The sons of Simon defeat the troops of Antiochus. Simon with two of his sons are treacherously murdered by Ptolemee his son in law.
 Then John came up from Gazara, and told Simon his father what Cendebeus had done against their people.
 And Simon called his two eldest sons, Judas and John, and said to them: I and my brethren, and my father's house, have fought against the enemies of Israel from our youth even to this day: and things have prospered so well in our hands that we have delivered Israel oftentimes.
 And now I am old, but be you instead of me, and my brethren, and go out, and fight for our nation: and the help from heaven be with you.
 Then he chose out of the country twenty thousand fighting men, and horsemen, and they went forth against Cendebeus: and they rested in Modin.
 And they arose in the morning, and went into the plain: and behold a very great army of footmen and horsemen came against them, and there was a running river between them.
 "John": He was afterwards surnamed Hircanus, and succeeded his father in both his dignities of high priest and prince. He conquered the Edomites, and obliged them to a conformity with the Jews in religion; and destroyed the schismatical temple of the Samaritans.
 And he and his people pitched their camp over against them, and he saw that the people were afraid to go over the river, so he went over first: then the men seeing him, passed over after him.
 And he divided the people, and set the horsemen in the midst of the footmen: but the horsemen of the enemies were very numerous.
 And they sounded the holy trumpets: and Cendebeus and his army were put to flight: and there fell many of them wounded, and the rest fled into the strong hold.
 At that time Judas John's brother was wounded: but John pursued after them, till he came to Cedron, which he had built:
 And they fled even to the towers that were in the fields of Azotus, and he burnt them with fire. And there fell of them two thousand men, and he returned into Judea in peace.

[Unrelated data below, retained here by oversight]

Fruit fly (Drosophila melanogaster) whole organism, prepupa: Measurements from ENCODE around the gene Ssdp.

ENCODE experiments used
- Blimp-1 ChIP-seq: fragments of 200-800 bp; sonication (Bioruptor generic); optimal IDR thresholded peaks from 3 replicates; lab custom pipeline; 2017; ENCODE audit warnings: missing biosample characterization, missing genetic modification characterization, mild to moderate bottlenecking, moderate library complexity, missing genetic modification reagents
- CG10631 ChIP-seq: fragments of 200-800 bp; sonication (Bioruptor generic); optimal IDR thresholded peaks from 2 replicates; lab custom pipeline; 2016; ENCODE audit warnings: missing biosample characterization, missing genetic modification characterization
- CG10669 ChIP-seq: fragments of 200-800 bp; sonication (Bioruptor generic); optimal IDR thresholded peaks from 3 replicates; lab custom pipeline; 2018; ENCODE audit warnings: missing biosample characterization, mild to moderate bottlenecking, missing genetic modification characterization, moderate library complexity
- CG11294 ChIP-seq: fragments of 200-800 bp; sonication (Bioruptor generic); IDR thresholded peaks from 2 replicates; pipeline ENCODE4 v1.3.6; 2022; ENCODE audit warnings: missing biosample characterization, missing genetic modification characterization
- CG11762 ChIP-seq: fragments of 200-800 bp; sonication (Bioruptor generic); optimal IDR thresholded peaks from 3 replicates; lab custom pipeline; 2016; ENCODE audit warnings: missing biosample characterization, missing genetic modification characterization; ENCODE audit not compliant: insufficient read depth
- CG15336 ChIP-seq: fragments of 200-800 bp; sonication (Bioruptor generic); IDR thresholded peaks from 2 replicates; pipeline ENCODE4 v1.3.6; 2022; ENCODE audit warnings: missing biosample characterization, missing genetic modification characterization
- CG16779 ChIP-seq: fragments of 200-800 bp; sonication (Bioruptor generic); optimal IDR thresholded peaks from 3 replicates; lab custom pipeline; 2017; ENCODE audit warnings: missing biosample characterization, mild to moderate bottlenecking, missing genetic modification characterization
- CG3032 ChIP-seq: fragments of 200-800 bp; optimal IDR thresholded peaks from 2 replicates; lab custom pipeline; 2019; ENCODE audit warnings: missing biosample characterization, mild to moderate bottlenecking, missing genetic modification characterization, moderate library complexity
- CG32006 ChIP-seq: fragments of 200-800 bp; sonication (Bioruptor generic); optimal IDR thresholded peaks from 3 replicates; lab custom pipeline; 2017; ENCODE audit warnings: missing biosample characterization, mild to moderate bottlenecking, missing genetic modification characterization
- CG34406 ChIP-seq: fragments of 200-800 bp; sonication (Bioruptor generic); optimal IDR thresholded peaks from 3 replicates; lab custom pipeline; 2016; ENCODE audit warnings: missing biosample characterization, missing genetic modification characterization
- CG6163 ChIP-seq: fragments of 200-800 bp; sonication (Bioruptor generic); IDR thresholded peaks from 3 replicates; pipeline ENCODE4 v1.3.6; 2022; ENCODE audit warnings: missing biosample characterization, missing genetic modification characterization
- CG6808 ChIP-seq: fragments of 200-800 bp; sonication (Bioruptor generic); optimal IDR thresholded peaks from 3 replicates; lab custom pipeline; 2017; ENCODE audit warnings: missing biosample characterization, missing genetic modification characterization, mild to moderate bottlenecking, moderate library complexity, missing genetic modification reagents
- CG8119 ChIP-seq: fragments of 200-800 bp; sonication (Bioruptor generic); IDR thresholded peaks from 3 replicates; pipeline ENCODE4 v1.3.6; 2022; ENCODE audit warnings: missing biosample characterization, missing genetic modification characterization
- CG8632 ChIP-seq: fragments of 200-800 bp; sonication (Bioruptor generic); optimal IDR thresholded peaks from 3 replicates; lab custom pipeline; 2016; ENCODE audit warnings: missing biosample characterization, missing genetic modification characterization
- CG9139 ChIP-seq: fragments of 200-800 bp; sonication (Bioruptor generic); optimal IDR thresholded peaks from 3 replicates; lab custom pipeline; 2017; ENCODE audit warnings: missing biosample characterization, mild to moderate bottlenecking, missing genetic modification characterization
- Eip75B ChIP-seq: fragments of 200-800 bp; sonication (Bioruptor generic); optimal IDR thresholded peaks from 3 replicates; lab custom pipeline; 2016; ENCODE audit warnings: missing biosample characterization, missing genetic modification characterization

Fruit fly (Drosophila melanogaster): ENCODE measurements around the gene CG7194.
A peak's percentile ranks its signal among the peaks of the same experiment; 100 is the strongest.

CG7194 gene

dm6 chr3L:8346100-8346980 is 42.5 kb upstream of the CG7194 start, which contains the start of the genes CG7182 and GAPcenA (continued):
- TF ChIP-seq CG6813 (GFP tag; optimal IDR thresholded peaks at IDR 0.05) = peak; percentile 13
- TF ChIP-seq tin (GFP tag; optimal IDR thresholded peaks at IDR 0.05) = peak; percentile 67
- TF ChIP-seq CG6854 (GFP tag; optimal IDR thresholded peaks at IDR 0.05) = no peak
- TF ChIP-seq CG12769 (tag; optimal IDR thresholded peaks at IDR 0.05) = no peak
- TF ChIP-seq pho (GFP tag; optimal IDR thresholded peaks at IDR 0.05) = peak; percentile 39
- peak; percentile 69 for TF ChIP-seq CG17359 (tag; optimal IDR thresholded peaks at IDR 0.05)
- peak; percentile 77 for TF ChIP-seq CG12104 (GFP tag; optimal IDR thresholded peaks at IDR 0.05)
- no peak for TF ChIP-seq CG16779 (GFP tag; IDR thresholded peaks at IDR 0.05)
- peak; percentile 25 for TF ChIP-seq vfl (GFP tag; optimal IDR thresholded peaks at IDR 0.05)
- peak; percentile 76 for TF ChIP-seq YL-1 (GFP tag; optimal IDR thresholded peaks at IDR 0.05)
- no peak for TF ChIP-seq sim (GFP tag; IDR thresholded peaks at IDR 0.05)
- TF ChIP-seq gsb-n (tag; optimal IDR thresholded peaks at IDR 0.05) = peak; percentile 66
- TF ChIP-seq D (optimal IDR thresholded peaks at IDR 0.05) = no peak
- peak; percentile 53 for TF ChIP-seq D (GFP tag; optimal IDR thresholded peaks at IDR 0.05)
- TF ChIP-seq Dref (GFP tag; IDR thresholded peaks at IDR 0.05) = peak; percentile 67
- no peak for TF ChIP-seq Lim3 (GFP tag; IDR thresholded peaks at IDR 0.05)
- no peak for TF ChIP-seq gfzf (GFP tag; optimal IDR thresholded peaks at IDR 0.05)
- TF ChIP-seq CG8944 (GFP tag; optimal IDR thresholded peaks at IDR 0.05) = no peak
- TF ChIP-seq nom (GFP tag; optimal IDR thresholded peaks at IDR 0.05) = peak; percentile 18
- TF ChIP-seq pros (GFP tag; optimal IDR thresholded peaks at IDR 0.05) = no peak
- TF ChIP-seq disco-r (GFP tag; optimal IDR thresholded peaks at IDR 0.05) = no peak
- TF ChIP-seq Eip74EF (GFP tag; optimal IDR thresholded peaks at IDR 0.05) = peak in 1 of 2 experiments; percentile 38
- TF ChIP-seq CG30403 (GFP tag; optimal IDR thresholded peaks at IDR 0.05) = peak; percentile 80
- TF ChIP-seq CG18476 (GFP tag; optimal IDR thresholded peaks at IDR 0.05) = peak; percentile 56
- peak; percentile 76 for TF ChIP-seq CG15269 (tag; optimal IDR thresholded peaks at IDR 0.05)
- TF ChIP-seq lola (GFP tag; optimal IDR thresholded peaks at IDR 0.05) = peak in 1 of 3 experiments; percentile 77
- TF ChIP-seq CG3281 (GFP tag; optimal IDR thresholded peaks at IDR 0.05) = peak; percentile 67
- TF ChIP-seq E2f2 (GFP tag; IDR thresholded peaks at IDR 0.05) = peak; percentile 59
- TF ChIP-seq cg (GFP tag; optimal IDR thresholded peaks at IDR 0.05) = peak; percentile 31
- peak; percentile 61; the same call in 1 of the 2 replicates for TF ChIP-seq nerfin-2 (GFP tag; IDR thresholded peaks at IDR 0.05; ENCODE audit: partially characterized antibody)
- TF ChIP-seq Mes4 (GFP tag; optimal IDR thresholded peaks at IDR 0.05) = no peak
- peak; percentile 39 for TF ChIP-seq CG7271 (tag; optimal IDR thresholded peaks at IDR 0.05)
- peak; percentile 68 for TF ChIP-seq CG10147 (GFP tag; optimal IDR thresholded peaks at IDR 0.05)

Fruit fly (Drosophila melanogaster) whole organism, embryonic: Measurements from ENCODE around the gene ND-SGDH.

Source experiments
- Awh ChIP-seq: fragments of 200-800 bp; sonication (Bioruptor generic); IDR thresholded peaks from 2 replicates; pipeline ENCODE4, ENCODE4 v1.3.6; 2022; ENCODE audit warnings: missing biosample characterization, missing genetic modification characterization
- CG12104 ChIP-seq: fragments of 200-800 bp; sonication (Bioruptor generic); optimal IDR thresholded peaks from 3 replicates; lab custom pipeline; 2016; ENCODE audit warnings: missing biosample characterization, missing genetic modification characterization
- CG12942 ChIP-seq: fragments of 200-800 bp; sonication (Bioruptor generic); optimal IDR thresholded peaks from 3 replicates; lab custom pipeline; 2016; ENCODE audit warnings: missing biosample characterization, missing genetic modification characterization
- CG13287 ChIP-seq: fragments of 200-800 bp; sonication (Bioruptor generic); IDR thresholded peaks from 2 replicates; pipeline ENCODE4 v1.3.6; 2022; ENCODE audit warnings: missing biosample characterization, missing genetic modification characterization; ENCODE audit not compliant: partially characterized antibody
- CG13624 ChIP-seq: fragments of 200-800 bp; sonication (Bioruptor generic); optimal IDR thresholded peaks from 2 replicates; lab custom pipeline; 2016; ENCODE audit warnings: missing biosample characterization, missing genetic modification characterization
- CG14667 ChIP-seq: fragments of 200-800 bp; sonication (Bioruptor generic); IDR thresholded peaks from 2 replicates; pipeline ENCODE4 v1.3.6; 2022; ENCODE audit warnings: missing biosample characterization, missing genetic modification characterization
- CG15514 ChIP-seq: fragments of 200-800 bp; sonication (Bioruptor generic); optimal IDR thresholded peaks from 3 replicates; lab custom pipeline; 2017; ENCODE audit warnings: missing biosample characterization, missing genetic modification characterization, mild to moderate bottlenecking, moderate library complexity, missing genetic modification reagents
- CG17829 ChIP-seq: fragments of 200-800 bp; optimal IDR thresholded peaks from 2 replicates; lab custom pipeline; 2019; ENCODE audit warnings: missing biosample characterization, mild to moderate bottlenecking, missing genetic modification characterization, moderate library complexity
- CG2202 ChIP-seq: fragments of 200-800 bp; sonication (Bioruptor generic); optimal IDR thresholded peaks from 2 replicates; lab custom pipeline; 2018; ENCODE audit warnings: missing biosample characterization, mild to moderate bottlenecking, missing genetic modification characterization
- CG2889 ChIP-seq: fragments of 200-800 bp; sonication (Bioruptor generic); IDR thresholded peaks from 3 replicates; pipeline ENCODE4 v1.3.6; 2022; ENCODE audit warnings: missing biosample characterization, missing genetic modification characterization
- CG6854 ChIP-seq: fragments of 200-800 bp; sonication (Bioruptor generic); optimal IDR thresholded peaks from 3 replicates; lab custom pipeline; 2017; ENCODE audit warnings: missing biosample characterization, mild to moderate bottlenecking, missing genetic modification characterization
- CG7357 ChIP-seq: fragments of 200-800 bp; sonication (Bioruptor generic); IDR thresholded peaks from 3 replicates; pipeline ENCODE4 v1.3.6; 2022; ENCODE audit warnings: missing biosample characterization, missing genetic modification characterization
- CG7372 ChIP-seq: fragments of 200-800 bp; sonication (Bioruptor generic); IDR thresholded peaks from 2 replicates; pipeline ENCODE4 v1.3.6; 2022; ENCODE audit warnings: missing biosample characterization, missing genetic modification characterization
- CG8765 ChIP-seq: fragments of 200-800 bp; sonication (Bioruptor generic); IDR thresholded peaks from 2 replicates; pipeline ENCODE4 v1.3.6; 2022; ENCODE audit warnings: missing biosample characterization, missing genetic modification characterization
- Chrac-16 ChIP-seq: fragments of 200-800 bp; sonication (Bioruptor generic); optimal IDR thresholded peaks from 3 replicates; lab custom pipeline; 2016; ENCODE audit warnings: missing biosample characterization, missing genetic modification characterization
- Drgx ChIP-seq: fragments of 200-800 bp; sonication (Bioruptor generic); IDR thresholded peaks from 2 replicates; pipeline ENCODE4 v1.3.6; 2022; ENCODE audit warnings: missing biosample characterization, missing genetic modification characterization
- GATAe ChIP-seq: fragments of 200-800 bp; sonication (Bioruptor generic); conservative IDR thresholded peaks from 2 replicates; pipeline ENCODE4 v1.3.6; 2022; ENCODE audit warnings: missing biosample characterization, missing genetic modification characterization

"He": Viz., John.
 "Cedron": Otherwise called Gedon, the city that Cendebeus was fortifying.
 Now Ptolemee the son of Abobus was appointed captain in the plain of Jericho, and he had abundance of silver and gold,
 For he was son in law of the high priest.
 And his heart was lifted up, and he designed to make himself master of the country, and he purposed treachery against Simon, and his sons, to destroy them.
 Now Simon, as he was going through the cities that were in the country of Judea, and taking care for the good ordering of them, went down to Jericho, he and Mathathias and Judas his sons, in the year one hundred and seventy-seven, the eleventh month: the same is the month Sabath.
 And the son of Abobus received them deceitfully into a little fortress, that is called Doch which he had built: and he made them a great feast, and hid men there.
 And when Simon and his sons had drunk plentifully, Ptolemee and his men rose up and took their weapons, and entered into the banqueting place, and slew him, and his two sons, and some of his servants.
 And he committed a great treachery in Israel, and rendered evil for good.
 And Ptolemee wrote these things and sent to the king that he should send him an army to aid him, and he would deliver him the country, and their cities, and tributes.
 And he sent others to Gazara to kill John: and to the tribunes he sent letters to come to him, and that he would give them silver, and gold, and gifts.
 And he sent others to take Jerusalem, and the mountain of the temple.
 Now one running before, told John in Gazara, that his father and his brethren were slain, and that he hath sent men to kill thee also.
 But when he heard it he was exceedingly afraid: and he apprehended the men that came to kill him, and he put them to death: for he knew that they sought to take him away.
 And as concerning the rest of the acts of John, and his wars, and the worthy deeds, which he bravely achieved, and the building of the walls, which he made, and the things that he did:
 Behold these are written in the book of the days of his priesthood, from the time he was made high priest after his father.